France has its Eiffel Tower, the U.S. its Statue of Liberty, but arguably the most iconic attraction in Ireland is that cathedral of conviviality, the Irish pub. The unique thing that this Irish institution has is that, unlike the others, it’s exportable, if you don’t count plaster-of-Paris imitations of Lady Liberty and the Eiffel Tower that really don’t do it for anyone.
Since Irish pubs have found their way to all corners of the globe, I thought it might be helpful to provide a guide to some of the members of the genre in various countries. I won’t even bother talking about the U.S. or Australia, where you’ll have no difficulty finding an Irish emporium in a ten-minute walk in most cities. But Irish pubs have sprung up in many countries without large Irish populations as well, and following are some fine examples.
Kuala Lumpur, Malaysia – A country that calls itself “truly Asia” has one of the warmest Irish pubs in the globe, Delaney’s in Kuala Lumpur, located in the Federal Hotel. When I visited, a singer of mostly East Indian extraction named Sheila Isaac (her grandfather was Jewish) sang Irish ballads in a perfect brogue. At the bar you can chat about the experience of living abroad with Irish and Scottish ex-pats, who are mostly in the oil business. There are other Irish pubs in KL, including Finnegan’s which is more well-known. But if you find Delany’s, just a few blocks from the Shangri-La Hotel, you need go no further.
Beijing, China – known as Beijing’s first Irish pub, Paddy O’Shea’s, in the Dong Cheng District near the New World Courtyard Marriott, has been serving up Guinness to Irish ex-pats doing business in Beijing for many years.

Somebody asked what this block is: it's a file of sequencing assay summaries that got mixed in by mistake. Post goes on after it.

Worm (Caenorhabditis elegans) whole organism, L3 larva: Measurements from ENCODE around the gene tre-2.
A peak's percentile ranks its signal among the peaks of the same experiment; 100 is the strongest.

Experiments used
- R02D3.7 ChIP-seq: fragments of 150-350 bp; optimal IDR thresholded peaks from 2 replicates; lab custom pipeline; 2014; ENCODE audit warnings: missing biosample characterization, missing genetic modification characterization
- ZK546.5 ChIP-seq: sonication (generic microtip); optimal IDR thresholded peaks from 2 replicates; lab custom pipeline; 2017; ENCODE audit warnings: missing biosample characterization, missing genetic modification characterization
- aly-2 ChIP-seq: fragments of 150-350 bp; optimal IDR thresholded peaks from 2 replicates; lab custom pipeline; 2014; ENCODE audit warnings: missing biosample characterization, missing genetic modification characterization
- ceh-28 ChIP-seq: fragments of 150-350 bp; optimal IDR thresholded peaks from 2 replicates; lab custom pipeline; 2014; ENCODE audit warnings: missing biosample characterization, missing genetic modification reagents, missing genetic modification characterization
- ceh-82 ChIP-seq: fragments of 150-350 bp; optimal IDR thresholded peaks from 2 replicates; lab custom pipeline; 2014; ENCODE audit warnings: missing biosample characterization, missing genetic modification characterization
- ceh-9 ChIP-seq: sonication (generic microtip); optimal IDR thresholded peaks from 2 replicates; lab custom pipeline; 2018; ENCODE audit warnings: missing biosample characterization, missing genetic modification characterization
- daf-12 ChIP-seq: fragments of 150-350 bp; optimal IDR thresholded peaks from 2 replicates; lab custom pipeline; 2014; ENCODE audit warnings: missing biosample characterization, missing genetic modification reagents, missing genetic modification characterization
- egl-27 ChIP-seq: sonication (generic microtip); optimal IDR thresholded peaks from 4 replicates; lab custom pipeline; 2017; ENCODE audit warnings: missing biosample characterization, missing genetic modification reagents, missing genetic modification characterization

Manila, The Philippines – Almost making up for the demise of The Craic, which was a victim of urban redevelopment, are Irish pubs that have three of Metro Manila’s busiest sections covered. Murphy’s serves an Irish ex-pat clientele in Makati, which is Manila’s financial district; Mulligan’s Authentic Irish Pub and Restaurant holds sway in the Paranaque, where the international airport is located; and Molly Malone’s keeps the fires burning in Ermita, Manila’s entertainment district.
Amsterdam, The Netherlands – The city is more famous for other forms of entertainment, but you’ll find a traditional Irish welcome and, even a session of Irish music, at Mulligan’s. There’s no “pub grub” here, but as the owner slyly states, there’s hundreds of good restaurants within walking (crawling?) distance. There are actually dozens of Irish pubs in the Netherlands, but Mulligan’s, celebrating its 25th year, claims to be the oldest. And why would ye argue?
Zurich, Switzerland – There are more than a dozen Irish pubs in Switzerland’s financial capital. Probably the most famous is the James Joyce Pub, paying tribute to the immortal Irish writer who spent much of his self-imposed exile in Zurich and is buried there. The interior of the pub was shipped from Dublin to replicate a Joycean atmosphere.
Barcelona, Spain – There are reportedly some 20 Irish pubs in Barcelona, not surprising considering the city’s reputation for nightlife. An attractive pub in a quiet section is Paddy’s Lane, a small edition with an outdoor patio in the city’s Barri Gothic quarter. A lively place just off Barcelona’s rollicking Las Ramblas is Flaherty’s.
Rio de Janiero, Brazil – If you’re planning to attend the Olympics in Rio in 2016, sure an’ ye should have a pub available for savoring the day’s events. One of the most popular in Rio is Shenanigans. Enough said.